6. H. A. Atwater and A. Polman, “Plasmonics for improved photovoltaic devices,” Nature Mater.9, 205–213 (2010). [CrossRef]
  7. Z. Yu, A. Raman, and S. Fan, “Fundamental limit of nanophotonic light trapping in solar cells,” Proc. Natl. Acad. Sci. USA107, 17491–17496 (2010). [CrossRef] [PubMed]
  8. D.-H. Ko, J. R. Tumbleston, A. Gadisa, M. Aryal, Y. Liu, R. Lopez, and E. T. Samulski, “Light-trapping nano-structures in organic photovoltaic cells,” J. Mater. Chem.21, 16293–16303 (2011). [CrossRef]
  9. K. S. Nalwa, J.-M. Park, K.-M. Ho, and S. Chaudhary, “On realizing higher efficiency polymer solar cells using a textured substrate platform,” Adv. Mater.23, 112–116 (2011). [CrossRef]
  10. D. M. Callahan, J. N. Munday, and H. A. Atwater, “Solar cell light trapping beyond the ray optic limit,” Nano Lett.12, 214–218 (2012). [CrossRef]
  11. D. M. O’Carroll, J. S. Fakonas, D. M. Callahan, M. Schierhorn, and H. A. Atwater, “Metal-polymer-metal split-dipole nanoantennas,” Adv. Mater.24, OP136–OP142 (2012). [CrossRef]
  12. T. Z. Oo, N. Mathews, G. Xing, B. Wu, B. Xing, L. H. Wong, T. C. Sum, and S. G. Mhaisalkar, “Ultrafine gold nanowire networks as plasmonic antennae in organic photovoltaics,” J. Phys. Chem. C116, 6453–6458 (2012). [CrossRef]
  13. Z. Yu, A. Raman, and S. Fan, “Thermodynamic upper bound on broadband light coupling with photonic structures,” Phys. Rev. Lett.109, 173901 (2012). [CrossRef] [PubMed]
  14. J. N. Munday, D. M. Callahan, and H. A. Atwater, “Light trapping beyond the 4n2 limit in thin waveguides,” Appl. Phys. Lett.100, 121121 (2012). [CrossRef]
  15. S. A. Mann, R. R. Grote, R. M. Osgood, and J. A. Schuller, “Dielectric particle and void resonators for thin film solar cell textures,” Opt. Express19, 25729–25740 (2011). [CrossRef]
  16. N. C. Panoiu and R. M. Osgood, “Enhanced optical absorption for photovoltaics via excitation of waveguide and plasmon-polariton modes,” Opt. Lett.32, 2825–2827 (2007). [CrossRef] [PubMed]
  17. M. A. Green, “Enhanced evanescent mode light trapping in organic solar cells and other low index optoelectronic devices,” Prog. Photovolt: Res. Appl.19, 473–477 (2011). [CrossRef]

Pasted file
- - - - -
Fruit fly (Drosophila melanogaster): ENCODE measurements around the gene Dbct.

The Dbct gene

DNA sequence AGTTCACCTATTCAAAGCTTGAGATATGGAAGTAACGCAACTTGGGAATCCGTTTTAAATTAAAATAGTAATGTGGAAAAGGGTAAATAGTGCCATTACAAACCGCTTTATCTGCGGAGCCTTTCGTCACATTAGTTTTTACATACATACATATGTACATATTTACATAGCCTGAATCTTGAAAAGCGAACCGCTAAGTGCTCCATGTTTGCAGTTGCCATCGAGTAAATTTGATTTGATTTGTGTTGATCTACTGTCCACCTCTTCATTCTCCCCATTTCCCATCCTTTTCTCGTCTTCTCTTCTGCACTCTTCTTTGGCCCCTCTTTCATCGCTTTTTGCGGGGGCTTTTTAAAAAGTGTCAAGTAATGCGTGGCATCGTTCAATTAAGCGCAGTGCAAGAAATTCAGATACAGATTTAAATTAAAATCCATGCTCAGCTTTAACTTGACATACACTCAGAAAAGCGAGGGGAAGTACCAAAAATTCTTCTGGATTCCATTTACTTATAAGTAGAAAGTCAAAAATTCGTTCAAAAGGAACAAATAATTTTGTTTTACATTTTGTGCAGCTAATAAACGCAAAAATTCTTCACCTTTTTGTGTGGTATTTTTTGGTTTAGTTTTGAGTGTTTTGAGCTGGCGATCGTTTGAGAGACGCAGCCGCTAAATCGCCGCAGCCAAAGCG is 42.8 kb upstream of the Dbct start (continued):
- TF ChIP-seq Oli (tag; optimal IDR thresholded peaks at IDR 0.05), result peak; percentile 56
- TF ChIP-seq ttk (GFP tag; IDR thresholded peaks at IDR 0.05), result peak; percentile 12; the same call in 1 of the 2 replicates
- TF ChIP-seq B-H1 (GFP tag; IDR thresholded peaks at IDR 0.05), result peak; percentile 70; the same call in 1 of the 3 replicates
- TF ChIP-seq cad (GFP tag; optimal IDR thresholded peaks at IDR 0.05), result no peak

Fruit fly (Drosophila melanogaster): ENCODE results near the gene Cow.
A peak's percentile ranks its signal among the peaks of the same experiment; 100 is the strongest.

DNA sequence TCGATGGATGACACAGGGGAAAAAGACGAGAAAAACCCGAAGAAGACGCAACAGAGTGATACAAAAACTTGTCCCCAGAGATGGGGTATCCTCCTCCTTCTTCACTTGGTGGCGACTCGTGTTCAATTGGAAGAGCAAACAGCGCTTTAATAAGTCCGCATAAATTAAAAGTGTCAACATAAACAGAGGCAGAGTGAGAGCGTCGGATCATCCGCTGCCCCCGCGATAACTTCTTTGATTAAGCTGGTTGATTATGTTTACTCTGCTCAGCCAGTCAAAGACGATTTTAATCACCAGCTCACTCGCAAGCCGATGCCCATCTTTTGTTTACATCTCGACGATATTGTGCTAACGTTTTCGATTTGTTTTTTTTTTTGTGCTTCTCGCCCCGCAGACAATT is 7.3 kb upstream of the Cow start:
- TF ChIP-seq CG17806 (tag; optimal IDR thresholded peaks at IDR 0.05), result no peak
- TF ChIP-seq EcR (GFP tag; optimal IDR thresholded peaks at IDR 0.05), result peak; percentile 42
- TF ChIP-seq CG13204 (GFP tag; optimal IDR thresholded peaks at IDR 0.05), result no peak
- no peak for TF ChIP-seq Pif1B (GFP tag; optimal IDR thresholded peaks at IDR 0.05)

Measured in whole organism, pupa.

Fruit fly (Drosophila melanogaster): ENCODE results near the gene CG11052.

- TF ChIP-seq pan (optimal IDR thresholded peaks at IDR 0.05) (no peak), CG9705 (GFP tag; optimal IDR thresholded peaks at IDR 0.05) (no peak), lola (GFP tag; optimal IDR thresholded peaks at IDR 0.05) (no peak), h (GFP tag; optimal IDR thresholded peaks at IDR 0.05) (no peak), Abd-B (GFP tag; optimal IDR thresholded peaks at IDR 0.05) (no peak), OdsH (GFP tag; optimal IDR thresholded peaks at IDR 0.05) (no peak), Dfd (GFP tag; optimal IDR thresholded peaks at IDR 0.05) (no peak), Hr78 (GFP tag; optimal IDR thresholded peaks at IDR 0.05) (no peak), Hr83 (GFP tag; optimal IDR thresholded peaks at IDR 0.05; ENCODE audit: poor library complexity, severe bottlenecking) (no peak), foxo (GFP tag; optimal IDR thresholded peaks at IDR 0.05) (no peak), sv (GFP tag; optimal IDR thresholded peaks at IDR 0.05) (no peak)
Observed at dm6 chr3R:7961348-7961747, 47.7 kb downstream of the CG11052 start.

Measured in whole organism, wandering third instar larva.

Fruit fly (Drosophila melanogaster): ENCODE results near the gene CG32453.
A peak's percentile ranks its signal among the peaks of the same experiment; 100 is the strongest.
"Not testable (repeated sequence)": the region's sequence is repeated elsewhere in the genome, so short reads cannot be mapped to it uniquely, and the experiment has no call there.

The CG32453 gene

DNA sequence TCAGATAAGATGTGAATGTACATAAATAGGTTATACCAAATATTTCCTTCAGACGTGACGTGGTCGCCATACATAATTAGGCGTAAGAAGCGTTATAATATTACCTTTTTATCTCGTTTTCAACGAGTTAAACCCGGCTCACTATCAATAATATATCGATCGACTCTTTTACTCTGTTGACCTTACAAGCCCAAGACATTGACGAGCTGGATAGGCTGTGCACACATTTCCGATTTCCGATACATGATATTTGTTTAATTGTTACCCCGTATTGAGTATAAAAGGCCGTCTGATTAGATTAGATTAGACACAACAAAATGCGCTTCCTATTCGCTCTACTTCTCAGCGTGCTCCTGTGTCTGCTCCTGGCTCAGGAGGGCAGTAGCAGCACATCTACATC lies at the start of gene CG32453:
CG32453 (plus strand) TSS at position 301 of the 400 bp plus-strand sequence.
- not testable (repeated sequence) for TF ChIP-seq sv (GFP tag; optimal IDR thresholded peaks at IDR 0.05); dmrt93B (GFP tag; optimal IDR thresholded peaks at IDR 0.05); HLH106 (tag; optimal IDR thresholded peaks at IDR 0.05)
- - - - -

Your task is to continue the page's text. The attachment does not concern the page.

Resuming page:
18. S. B. Mallick, N. P. Sergeant, M. Agrawal, J.-Y. Lee, and P. Peumans, “Coherent light trapping in thin-film photovoltaics,” MRS Bulletin36, 453–460 (2011). [CrossRef]
  19. E. A. Schiff, “Thermodynamic limit to photonic-plasmonic light-trapping in thin films on metals,” J. Appl. Phys.110, 104501 (2011). [CrossRef]
  20. X. Sheng, J. Hu, J. Michel, and L. C. Kimerling, “Light trapping limits in plasmonic solar cells: an analytical investigation,” Opt. Express20, A496–A501 (2012). [CrossRef] [PubMed]
  21. M. A. Green and S. Pillai, “Harnessing plasmonics for solar cells,” Nature Photon.6, 130–132 (2012). [CrossRef]
  22. M. K. Debe, “Variable angle spectroscopic ellipsometry studies of oriented phthalocyanine films. II. copper phthalocyanine,” J. Vac. Sci. Technol., A10, 2816–2821 (1992). [CrossRef]
  23. O. D. Gordan, M. Friedrich, and D. R. T. Zahn, “The anisotropic dielectric function for copper phthalocyanine thin films,” Org. Electron.5, 291–297 (2004). [CrossRef]
  24. M. Dressel, B. Gompf, D. Faltermeier, A. K. Tripathi, J. Pflaum, and M. Schubert, “Kramers-kronig-consistent optical functions of anisotropic crystals: generalized spectroscopic ellipsometry on pentacene,” Opt. Express16, 19770–19778 (2008). [CrossRef] [PubMed]
  25. J. A. Schuller, S. Karaveli, T. Schiros, K. He, S. Yang, I. Kymissis, J. Shan, and R. Zia, “Orientation of luminescent excitons in layered nanomaterials,” Nature Nanotech.8, 271–276 (2013). [CrossRef]
  26. M. Campoy-Quiles, P. G. Etchegoin, and D. D. C. Bradley, “On the optical anisotropy of conjugated polymer thin films,” Phys. Rev. B72, 045209 (2005). [CrossRef]
  27. D. M. DeLongchamp, R. J. Kline, E. K. Lin, D. A. Fischer, L. J. Richter, L. A. Lucas, M. Heeney, I. McCulloch, and J. E. Northrup, “High carrier mobility polythiophene thin films: structure determination by experiment and theory,” Adv. Mater.19, 833–837 (2007). [CrossRef]
  28. M. C. Gurau, D. M. Delongchamp, B. M. Vogel, E. K. Lin, D. A. Fischer, S. Sambasivan, and L. J. Richter, “Measuring molecular order in poly(3-alkylthiophene) thin films with polarizing spectroscopies,” Langmuir23, 834–842 (2007). [CrossRef] [PubMed]
  29. U. Zhokhavets, T. Erb, H. Hoppe, G. Gobsch, and N. S. Sariciftci, “Effect of annealing of poly(3-hexylthiophene)/fullerene bulk heterojunction composites on structural and optical properties,” Thin Solid Films496, 679–682 (2006). [CrossRef]
  30. S.-Y. Chuang, H.-L. Chen, W.-H. Lee, Y.-C. Huang, W.-F. Su, W.-M. Jen, and C.-W. Chen, “Regioregularity effects in the chain orientation and optical anisotropy of composite polymer/fullerene films for high-efficiency, large-area organic solar cells,” J. Mater. Chem.19, 5554–5560 (2009). [CrossRef]
  31. D. S. Germack, C. K. Chan, R. J. Kline, D. A. Fischer, D. J. Gundlach, M. F. Toney, L. J. Richter, and D. M. De-Longchamp, “Interfacial segregation in polymer/fullerene blend films for photovoltaic devices,” Macromolecules43, 3828–3836 (2010). [CrossRef]
  32. M. R. Hammond, R. J. Kline, A. A. Herzing, L. J. Richter, D. S. Germack, H.-W. Ro, C. L. Soles, D. A. Fischer, T. Xu, L. Yu, M. F. Toney, and D. M. DeLongchamp, “Molecular order in high-efficiency polymer/fullerene bulk heterojunction solar cells,” ACS Nano5, 8248–8257 (2011). [CrossRef] [PubMed]
  33. J. Liu, Y. Sun, X. Gao, R. Xing, L. Zheng, S. Wu, Y. Geng, and Y. Han, “Oriented poly(3-hexylthiophene) nanofibril with the π- π stacking growth direction by solvent directional evaporation,” Langmuir27, 4212–4219 (2011). [CrossRef] [PubMed]